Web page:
After reading Ivo Welch’s op-ed, “Why Divestment Fails,” in Saturday’s New York Times, I sat down to write a response called “Why Divestment Works.” Welch is an economics professor at UCLA, and he was writing about why the victory of Stanford students last week, convincing the school to divest from fossil fuels, would not help to promote cleaner energy or stop climate change.
His contention is based on “an academic study, [in which] my co-authors and I found that the announcement of divestment from South Africa, not only by universities but also by state pension funds, had no discernible effect on the valuation of companies that were being divested, either short-term or long-term.”
So first of all, even if that’s true, something caused Polaroid to leave South Africa in 1977 (only seven years after African American employees made it the first major target of a disinvestment campaign in the U.S.), Chase Manhattan to end loans to the country in 1985, GM and IBM to pull out in 1986, etc., etc. That something may have been the general instability of the country by that time, but the timing was suspiciously close to the wave of college and university divestments triggered by campus activism between 1984 and 1987.
“The wide ostracism may well have weighed on President F. W. de Klerk’s mind. But it was not the economic effect of the boycott that forced him to the table,” Welch writes.
The fact is, we all know, that the impact of divestment is not primarily economic, either on the companies or on the governments that are its targets. Divestment and boycott campaigns largely work through “shaming and blaming” and they are very good at it. Take, for instance, the recent short-lived campaign against Mozilla, after they appointed a CEO linked to anti-gay activism. It goes without saying that the threat to Mozilla of people boycotting its free service was not economic in the immediate sense. Companies generally don’t want a bad image, and if their image gets bad enough, it’s worth it to them to try to distance from whatever the bad behavior is. Anyone who has watched “Have You Heard from Johannesburg” (and if you haven’t, you have to) knows that South African officials were worried enough about the boycott/divestment threat to spend quite a bit of their own money bringing business leaders on junkets to South Africa so they would go home and tell their buddies how “complex” the situation was.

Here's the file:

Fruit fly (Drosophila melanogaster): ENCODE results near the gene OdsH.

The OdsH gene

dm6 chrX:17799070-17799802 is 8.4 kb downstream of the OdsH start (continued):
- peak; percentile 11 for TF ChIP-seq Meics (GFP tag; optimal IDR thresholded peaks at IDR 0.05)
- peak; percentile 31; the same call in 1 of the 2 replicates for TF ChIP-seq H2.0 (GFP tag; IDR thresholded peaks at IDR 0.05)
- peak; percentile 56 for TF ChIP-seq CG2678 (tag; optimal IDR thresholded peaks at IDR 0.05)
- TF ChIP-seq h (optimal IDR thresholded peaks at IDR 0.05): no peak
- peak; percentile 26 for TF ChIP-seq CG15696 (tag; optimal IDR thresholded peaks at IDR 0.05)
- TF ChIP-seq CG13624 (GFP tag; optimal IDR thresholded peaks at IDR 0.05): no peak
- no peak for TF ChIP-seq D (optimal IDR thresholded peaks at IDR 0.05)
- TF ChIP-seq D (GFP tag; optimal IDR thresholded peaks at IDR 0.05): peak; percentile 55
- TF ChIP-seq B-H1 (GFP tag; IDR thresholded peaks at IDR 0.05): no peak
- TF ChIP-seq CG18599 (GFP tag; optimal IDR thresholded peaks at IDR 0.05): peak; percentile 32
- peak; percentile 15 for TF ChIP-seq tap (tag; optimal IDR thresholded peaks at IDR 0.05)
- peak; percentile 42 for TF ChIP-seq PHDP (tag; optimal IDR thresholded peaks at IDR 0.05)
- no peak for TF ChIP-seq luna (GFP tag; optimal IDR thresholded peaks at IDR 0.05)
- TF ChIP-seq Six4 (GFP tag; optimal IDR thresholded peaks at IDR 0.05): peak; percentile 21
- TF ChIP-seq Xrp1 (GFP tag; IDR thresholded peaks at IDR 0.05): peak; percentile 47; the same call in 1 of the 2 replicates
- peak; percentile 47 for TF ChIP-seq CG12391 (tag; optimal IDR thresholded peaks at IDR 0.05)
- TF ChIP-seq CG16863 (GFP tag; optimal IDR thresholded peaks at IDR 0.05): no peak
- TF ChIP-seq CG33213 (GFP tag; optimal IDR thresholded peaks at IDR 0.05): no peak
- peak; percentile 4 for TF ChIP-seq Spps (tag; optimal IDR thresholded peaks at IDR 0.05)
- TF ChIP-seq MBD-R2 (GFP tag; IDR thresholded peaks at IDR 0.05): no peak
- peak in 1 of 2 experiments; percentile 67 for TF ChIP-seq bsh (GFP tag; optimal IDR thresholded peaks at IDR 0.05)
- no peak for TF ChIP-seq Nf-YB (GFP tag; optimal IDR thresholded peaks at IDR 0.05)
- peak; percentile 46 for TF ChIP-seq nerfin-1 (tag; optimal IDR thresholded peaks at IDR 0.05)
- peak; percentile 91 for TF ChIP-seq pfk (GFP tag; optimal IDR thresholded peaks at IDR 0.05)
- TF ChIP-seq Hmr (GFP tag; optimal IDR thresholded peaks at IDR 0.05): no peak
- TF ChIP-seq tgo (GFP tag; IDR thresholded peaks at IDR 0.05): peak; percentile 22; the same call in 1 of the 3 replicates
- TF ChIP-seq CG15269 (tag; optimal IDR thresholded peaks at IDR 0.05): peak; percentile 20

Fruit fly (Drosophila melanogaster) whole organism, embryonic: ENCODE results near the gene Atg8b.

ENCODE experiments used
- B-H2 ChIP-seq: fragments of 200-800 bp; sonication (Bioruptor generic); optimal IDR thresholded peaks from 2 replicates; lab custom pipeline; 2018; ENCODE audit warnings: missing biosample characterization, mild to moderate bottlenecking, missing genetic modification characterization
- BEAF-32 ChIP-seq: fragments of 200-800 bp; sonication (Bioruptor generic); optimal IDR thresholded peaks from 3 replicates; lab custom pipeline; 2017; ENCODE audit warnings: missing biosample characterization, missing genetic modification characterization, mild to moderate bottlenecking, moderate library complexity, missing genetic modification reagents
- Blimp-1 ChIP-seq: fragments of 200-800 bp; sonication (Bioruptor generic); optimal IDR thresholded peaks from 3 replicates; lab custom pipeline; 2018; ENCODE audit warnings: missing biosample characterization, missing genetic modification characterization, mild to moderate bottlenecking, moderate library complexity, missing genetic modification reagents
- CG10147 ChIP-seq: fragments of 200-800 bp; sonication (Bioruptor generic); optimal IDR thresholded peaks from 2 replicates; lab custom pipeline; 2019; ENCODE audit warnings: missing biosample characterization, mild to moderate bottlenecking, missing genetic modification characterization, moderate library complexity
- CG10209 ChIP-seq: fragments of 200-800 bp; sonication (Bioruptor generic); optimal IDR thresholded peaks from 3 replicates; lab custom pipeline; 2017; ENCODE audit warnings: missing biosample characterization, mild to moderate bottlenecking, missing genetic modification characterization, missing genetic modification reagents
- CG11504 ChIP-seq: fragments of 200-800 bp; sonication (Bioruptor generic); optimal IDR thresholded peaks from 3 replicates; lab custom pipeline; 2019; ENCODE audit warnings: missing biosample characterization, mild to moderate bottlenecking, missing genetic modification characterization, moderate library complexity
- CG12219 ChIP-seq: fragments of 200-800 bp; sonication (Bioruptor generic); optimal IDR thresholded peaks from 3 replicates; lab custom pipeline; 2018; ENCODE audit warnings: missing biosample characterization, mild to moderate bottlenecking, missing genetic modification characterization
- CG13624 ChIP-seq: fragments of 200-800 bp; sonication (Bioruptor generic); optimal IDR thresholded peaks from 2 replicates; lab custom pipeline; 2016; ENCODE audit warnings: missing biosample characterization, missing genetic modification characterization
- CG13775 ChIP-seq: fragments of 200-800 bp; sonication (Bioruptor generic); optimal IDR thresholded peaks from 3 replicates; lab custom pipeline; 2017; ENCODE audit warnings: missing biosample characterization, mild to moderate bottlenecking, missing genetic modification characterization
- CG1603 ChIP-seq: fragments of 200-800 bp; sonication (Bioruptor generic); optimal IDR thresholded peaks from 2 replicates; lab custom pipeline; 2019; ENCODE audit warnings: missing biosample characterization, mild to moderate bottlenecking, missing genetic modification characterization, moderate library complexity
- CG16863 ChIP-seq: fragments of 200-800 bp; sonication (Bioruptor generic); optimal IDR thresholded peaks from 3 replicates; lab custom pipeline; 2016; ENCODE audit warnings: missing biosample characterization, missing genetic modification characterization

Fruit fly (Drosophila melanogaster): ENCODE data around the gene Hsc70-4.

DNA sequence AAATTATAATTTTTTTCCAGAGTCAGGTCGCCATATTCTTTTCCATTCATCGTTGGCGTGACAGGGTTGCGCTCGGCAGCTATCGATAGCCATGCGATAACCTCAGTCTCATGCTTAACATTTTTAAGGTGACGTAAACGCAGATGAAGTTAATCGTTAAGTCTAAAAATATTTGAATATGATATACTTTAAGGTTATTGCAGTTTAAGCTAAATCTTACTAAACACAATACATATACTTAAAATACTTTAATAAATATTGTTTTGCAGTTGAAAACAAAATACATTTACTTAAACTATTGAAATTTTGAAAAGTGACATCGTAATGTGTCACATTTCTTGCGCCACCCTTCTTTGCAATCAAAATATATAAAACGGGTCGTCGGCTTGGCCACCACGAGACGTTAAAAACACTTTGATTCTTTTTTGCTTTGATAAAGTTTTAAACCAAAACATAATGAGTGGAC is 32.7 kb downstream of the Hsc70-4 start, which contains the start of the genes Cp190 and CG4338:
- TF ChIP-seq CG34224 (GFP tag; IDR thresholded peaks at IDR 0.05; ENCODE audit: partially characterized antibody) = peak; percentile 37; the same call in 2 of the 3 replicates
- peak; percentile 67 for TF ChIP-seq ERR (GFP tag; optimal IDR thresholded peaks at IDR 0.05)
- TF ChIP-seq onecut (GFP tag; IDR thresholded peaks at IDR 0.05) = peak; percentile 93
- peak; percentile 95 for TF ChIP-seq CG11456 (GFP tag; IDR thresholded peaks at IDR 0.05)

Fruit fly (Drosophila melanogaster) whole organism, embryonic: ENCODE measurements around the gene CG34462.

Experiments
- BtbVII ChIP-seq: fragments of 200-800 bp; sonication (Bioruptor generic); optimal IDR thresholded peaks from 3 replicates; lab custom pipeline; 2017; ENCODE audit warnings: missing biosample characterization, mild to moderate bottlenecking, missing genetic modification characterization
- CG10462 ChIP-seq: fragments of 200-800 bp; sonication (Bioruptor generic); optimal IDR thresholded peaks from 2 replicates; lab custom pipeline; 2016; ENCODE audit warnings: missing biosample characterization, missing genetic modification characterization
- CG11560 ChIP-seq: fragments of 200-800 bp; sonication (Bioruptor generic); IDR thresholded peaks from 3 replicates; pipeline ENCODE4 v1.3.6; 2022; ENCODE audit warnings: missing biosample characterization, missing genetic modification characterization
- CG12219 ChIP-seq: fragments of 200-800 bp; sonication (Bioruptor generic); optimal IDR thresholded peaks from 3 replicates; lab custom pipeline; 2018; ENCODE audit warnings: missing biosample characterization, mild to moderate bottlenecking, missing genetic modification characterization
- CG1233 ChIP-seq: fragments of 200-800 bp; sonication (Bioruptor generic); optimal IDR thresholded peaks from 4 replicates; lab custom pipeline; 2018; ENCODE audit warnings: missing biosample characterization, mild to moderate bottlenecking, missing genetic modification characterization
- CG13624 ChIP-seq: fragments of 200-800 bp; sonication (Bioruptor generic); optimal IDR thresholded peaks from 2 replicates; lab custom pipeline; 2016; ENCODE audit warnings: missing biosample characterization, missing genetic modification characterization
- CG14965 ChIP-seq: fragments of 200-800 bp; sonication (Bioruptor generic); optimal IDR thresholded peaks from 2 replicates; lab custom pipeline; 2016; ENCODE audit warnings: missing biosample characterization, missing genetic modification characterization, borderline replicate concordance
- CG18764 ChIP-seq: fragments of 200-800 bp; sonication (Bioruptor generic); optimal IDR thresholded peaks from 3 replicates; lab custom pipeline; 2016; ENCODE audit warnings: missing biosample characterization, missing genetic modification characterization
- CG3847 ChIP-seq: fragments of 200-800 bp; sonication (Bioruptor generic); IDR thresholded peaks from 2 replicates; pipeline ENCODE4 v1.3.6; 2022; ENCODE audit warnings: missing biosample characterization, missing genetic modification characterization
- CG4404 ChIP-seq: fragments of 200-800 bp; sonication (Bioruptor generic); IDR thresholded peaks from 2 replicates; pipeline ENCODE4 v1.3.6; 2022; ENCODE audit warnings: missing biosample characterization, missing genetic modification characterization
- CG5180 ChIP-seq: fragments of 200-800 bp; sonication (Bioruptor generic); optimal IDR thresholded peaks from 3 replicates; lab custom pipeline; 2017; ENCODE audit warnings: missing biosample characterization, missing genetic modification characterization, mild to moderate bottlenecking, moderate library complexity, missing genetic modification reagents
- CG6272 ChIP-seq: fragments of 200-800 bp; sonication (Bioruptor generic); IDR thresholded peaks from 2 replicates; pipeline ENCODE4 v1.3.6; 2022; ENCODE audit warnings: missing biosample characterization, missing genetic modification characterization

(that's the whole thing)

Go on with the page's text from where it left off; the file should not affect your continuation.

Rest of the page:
Now admittedly, it’s going to be a bigger deal to get oil companies to stop producing oil than to get them to pull out of South Africa, which was hard enough. But that does not mean that the student activists are wrong to demand that the money they’re giving their schools (often at great cost to themselves) not be invested in technologies that are killing their futures.